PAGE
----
Parenting is an attitude, not a biological function.
In my book, Easy Parenting For All Ages, I wrote that parenting should never be considered a sacrifice. Rather, it is a compromise.
If like me, you came into parenting high on idealism and realised that ouch, it costs a lot in terms of your personal ambition, energy and resources, the biggest mistake you could make it see parenting as a sacrifice. The “I could have done that if I didn’t have you” mindset breeds resentment which is not a healthy environment for children to grow up in with that burden to bear. And as I am fond of saying, it only takes ONE parent to screw children up.
I was shocked to realise that even with one child, my carefree hedonistic life and burning ambition was over. My friends went off for exciting gap years or to university whilst I stayed behind working in my local hospital lab which was kind enough to take me on. Later, when I finally started university (by then pregnant with my third child), I realised that my student life was so different from my friends’. They were talking about cool bands and cheap beer in the student union, I was too exhausted with exams, assignments, project, house cleaning, cooking, childminding and part-time job. Of course resentment crept in.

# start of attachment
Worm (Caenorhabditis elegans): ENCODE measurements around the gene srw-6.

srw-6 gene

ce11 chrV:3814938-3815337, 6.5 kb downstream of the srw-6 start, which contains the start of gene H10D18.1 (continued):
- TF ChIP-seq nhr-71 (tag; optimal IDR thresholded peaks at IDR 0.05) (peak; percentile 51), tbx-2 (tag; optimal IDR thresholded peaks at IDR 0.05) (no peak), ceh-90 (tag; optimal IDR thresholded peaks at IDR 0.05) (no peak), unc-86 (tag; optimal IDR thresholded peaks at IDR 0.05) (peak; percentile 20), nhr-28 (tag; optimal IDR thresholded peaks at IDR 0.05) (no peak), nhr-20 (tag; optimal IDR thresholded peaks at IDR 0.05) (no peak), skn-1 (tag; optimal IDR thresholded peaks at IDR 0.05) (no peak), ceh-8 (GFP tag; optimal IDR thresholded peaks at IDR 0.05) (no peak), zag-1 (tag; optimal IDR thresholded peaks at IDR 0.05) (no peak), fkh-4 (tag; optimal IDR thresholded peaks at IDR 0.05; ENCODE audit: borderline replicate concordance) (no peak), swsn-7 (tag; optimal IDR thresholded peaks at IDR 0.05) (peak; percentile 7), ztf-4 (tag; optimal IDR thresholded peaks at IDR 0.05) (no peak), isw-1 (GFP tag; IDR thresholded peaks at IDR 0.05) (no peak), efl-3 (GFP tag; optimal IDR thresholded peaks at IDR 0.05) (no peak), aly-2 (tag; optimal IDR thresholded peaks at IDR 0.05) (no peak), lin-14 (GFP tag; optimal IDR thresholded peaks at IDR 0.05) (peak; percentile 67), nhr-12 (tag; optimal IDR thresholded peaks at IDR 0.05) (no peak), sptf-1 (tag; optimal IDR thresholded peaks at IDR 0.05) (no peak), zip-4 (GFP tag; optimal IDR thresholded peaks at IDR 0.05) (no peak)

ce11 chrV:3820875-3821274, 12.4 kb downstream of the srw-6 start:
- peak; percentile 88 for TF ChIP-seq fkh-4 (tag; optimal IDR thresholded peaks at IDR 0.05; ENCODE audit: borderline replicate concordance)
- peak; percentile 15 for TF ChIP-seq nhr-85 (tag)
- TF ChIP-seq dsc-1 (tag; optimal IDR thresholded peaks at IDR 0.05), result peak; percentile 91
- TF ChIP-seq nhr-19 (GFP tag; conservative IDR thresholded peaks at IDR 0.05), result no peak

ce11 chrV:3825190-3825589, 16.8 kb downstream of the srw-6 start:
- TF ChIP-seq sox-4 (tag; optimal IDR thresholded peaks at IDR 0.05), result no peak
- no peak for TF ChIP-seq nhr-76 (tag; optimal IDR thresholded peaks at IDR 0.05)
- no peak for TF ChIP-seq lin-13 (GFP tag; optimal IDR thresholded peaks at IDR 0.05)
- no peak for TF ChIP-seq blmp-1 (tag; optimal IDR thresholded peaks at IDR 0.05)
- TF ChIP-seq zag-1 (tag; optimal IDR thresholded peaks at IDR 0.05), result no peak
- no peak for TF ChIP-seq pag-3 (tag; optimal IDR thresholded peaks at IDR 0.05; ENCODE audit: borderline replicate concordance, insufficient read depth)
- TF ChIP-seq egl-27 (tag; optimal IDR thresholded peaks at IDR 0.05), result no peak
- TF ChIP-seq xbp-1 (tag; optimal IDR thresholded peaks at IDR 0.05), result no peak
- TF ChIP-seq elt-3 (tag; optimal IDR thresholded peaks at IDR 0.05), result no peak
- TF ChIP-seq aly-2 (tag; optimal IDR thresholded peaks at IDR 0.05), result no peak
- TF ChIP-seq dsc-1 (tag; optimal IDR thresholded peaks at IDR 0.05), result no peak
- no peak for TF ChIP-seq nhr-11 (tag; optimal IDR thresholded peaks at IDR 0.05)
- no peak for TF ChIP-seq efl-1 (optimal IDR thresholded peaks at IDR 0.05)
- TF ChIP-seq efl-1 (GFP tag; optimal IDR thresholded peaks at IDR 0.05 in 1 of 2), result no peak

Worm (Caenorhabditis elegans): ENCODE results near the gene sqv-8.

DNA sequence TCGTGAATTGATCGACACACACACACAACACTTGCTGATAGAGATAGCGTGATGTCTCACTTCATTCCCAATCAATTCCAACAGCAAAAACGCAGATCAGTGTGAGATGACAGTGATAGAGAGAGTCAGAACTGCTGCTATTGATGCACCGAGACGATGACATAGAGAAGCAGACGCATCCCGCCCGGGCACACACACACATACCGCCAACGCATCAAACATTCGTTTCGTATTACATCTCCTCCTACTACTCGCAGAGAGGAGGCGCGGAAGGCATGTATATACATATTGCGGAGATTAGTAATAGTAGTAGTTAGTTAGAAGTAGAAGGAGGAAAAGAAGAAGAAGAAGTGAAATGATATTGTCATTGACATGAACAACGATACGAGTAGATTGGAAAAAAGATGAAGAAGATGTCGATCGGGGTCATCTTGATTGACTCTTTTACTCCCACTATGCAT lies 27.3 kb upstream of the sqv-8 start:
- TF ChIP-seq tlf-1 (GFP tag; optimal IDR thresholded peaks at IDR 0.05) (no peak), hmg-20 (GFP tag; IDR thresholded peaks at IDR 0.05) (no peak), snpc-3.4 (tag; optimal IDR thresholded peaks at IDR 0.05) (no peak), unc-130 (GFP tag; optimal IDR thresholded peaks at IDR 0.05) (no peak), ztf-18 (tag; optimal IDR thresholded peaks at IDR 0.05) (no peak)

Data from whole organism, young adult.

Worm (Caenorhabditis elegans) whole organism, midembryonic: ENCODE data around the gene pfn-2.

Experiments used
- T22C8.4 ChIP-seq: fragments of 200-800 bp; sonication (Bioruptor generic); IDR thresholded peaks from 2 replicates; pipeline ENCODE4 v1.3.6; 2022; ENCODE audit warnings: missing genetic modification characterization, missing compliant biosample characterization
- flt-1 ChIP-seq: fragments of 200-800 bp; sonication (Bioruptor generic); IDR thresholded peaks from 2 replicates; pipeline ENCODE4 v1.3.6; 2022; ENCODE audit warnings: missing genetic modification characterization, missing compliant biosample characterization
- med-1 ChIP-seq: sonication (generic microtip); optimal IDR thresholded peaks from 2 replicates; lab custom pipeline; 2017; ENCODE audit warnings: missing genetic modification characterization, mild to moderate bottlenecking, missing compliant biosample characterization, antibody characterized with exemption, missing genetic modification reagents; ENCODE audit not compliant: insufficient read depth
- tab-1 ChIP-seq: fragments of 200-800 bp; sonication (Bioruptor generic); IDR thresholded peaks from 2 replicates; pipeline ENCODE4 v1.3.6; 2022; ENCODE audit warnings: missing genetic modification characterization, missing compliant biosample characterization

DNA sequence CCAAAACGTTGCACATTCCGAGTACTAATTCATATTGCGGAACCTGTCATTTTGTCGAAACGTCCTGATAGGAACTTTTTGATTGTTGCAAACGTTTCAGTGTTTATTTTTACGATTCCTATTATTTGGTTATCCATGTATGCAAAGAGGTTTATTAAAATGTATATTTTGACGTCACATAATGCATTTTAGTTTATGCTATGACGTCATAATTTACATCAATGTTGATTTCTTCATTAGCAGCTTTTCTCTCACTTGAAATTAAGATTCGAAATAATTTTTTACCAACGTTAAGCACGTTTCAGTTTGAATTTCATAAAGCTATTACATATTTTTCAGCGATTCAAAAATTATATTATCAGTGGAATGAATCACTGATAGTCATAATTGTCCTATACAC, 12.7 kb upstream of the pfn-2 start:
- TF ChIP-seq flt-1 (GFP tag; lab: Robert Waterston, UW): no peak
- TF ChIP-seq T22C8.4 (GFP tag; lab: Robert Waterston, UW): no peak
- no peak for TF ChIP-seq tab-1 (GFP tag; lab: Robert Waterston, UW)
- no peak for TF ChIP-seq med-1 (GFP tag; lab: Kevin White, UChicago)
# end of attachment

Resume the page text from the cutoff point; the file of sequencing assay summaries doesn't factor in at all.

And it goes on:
But my children’s father was always joyful. He the reluctant father. And therein lies in our successful parenting story – he had always been genuinely happy to be nothing more than a parent. Yet he had to sell his boats. Yet he had to move 250 miles north to Manchester away from his mates and sailing in the south coast. He took up fell running in the stunning Peak District instead, which he learned to love. He began loving the northern mountain town of Kettleshulme. He made new friends.
His happy state of mind is infectious. I woke up then to the fact that life now for me was better than it could have been despite our financial hardship, challenges and being away from my family and friends in Hampshire. So parenting wasn’t a sacrifice though I could not live the life I envisaged. It was a compromise. Some would say, it was a better life with my large brood of small children with their father’s trademark chuckle and the silly “Are we having fun yet?” family mantra.
Thirty years later, he still has the same attitude. Parenting is not a sacrifice. Here we were a few Saturdays ago, in my daughter’s empty school during the school holidays, patiently waiting for her as he decided she needed to go into school to do her project. There were other things we could have done instead of sitting in an empty classroom on a glorious Saturday morning in Phuket, but spending that time with her was a good compromise. It is the best thing we have ever done, to be parents to her and her siblings ❤